Sunday, October 4, 2009
For Indonesians - Myths and misconceptions surrounding property rights
"Patenting" Indonesia's cultural heritage is tempting, but it is not possible by law, and this is a widespread misconception. The so-called "public domain" of the Internet is a myth as it isn't true that everything posted on the Web is free for whatever purpose we wish. Creative common rights based on creative common licenses also have limitations.
Myths and misconceptions surrounding intellectual property (IP) rights must be clarified if Indonesia is to be considered equally advanced in terms of legal literacy in this highly borderless world.
Now, first things first. What are intellectual property rights? They are exclusive rights that belong to the creators or owners of products of the mind, which immediately materialize at the moment of creation. Thus, registering them not required, but often times necessary for the purpose of producing legal evidence of the time of creation.
A good analogy is just like the conception of a fetus, which is automatically a living being that inherits DNA from his or her parents. When an artist or a scientist creates or discovers something, it automatically bears the "intellectual DNA" of the creator. In a nutshell, whenever an individual or any legal entity creates artistic and scientific products, be they are tangible or intangible, and for personal or business purposes, they are immediately protected by these rights.
Intellectual property rights render a special monopoly for a limited time over usage and corresponding intangible benefits. The underlying philosophy is to respect creation and human knowledge, as well as foster creative and explorative interests.
Thus, do these rights last for eternity? Of course not.
In general, intellectual property rights are subject to copyright, trademarks, patents, industrial design rights, or are trade secrets. Indonesians confuse "copyrights" with "patents." We have heard and read about "let's patent [the] Indonesian cultural heritage so Malaysia wouldn't be able to claim [it]." This statement is a fallacy on two counts.
First, "patent" doesn't apply to artistic ideas and forms. A patent is an exclusive right granted to an inventor of scientific processes, instruments, or any improvements of them.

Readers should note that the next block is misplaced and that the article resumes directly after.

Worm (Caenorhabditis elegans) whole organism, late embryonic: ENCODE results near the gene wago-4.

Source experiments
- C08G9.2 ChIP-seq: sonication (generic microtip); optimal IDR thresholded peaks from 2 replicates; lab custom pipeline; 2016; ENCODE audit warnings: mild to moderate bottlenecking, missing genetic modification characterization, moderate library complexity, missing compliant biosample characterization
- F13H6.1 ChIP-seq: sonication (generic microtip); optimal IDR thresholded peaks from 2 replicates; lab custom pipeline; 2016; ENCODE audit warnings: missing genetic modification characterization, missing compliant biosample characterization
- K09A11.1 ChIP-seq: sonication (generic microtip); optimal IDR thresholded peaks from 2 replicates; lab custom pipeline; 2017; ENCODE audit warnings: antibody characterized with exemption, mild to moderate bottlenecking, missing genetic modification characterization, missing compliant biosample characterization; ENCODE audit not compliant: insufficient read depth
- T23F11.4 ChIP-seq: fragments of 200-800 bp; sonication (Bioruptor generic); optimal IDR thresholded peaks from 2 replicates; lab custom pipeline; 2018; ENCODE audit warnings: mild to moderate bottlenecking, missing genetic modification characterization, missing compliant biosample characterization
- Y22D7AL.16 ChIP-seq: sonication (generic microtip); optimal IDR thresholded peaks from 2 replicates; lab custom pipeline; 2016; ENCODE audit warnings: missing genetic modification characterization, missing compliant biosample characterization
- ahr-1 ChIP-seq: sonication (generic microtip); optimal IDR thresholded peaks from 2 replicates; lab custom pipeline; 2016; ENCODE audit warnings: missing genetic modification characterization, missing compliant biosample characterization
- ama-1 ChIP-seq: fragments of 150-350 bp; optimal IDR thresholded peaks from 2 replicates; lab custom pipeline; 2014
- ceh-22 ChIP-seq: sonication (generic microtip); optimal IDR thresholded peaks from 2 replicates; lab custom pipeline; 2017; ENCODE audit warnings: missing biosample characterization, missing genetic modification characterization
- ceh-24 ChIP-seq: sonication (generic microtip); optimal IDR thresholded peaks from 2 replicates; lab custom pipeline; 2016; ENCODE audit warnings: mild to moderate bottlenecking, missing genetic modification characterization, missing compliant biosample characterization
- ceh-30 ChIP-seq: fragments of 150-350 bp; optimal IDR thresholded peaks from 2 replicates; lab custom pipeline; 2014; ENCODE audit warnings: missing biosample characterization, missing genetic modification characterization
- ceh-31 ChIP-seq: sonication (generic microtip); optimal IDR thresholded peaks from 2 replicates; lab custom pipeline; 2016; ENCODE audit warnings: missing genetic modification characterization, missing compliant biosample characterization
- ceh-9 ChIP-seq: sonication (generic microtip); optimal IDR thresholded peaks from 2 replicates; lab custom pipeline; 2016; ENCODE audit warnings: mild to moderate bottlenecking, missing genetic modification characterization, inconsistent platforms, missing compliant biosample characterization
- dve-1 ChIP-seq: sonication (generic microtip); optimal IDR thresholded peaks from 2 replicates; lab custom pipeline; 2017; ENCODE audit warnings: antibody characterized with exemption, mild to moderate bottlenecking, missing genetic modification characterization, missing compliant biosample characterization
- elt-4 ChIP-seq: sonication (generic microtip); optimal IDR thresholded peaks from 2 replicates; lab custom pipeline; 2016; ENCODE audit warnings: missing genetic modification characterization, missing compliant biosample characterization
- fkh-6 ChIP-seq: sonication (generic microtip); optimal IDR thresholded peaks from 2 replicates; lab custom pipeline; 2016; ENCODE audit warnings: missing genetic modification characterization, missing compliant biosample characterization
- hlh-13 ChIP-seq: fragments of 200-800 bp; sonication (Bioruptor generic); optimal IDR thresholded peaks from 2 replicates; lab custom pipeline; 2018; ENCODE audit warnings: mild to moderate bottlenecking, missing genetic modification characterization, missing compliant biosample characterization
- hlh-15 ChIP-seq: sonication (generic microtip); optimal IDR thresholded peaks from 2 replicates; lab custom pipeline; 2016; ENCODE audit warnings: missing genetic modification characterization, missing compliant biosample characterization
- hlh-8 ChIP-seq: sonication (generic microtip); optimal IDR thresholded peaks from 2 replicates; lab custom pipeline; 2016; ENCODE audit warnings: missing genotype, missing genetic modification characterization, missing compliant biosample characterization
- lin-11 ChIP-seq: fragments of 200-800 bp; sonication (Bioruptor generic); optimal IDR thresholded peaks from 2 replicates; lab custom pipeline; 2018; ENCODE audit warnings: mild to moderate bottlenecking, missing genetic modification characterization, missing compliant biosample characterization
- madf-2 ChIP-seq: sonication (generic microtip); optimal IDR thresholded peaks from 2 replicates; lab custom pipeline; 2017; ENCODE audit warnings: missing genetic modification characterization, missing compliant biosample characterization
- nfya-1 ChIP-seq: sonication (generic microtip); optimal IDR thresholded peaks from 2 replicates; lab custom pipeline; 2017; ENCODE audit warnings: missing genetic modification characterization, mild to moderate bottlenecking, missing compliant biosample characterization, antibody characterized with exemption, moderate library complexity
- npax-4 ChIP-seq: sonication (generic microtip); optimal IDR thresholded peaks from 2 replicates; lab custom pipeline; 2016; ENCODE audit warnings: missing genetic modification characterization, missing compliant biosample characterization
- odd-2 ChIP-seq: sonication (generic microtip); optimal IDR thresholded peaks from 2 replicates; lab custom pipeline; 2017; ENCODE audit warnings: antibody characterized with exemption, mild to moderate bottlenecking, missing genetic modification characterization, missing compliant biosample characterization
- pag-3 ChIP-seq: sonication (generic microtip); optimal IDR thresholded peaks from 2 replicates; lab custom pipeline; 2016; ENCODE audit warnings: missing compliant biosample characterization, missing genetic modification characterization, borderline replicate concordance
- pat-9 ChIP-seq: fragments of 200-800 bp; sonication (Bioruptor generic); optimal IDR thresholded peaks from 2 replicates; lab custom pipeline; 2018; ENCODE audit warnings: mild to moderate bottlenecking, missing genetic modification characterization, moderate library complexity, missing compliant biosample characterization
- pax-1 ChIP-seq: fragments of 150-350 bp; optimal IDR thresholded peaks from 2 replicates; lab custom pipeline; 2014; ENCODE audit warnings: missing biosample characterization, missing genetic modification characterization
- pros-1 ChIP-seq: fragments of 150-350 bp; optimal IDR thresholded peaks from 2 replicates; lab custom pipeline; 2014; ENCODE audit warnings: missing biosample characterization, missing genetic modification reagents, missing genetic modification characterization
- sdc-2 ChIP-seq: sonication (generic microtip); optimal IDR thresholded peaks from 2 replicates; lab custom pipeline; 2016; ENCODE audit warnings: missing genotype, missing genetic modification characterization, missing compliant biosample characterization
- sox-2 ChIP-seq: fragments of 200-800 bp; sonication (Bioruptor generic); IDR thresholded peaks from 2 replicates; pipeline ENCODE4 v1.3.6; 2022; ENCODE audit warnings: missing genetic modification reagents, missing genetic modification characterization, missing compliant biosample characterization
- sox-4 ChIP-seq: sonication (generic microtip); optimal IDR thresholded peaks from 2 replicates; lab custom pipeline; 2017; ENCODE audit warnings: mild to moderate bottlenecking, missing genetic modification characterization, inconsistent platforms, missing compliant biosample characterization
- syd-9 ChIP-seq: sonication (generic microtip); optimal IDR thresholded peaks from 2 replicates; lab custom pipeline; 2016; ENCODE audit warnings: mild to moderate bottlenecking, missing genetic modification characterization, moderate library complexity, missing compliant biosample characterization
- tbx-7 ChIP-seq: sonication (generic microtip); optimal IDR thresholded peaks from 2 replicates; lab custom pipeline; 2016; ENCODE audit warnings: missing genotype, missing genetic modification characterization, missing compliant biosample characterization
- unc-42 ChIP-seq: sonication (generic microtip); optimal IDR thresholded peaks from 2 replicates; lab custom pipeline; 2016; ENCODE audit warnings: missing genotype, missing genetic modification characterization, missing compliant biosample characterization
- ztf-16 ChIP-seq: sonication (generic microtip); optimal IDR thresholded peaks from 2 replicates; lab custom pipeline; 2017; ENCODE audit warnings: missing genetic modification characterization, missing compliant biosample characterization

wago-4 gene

Since Indonesia ratified the 1886 Berne Convention in 1997, the definition of copyright also applies in Indonesia. Cultural heritage, such as dances, songs, poetry, batik motifs, musical instruments, and paintings belong to the "copyright" category.
Second, even with understanding that artistic endeavors belong to the realm of "copyright" instead of "patents," most of the Indonesian cultural heritage is centuries old and creator's "exclusive" rights do not apply.
Limitations over the term of copyright in Indonesia are regulated by Indonesian Copyrights Law article 14. For copyrights, the limit is 50 years after the death of the creator. In terms of "unknown creators," of artistic and cultural creations, according to article 10, the state is the owner. Thus, even though sometimes we find certain ancient artistic and cultural products are registered under an individual's name; such registration is nullified by law.
Now let's visit the Internet realm. Is it true that anything posted on the Web is "common property" or "public domain? The answer is an absolute no. We don't own those still and moving images and texts, unless it is clearly stated that such information or intangible products are indeed in the public domain.
Chris Anderson in his impressive latest book entitled Free: The Future of Business posited that the Internet economy is "[the] free economy." It is true to a certain extent that providing free Internet-based services is a part of doing business nowadays, but this has limitations too. Most likely, the free-of-charge part is the distribution and usage, not authorship or ownership.
Creative commons licenses were founded by the Creative Commons organization in 2001 reflecting urgent needs in advancing the Internet economy. These licenses regulate copyrights by releasing certain parts of copyrights for other creators who intend to develop ideas based upon their creations. They are basically "usage licenses," not a form of ownership transfer. In many open source applications, it is almost always that the creator must be credited in any developments or derivatives developed onward from the original idea.
Intellectual property rights are simple to understand. The key is respecting the originator of a creation. Because, how we respect the fruits of minds today is the key to the future.
Jennie S. Bev , San Diego
The writer is a columnist and the founder of an online university based in Silicon Valley. She can be found at JennieSBev.com.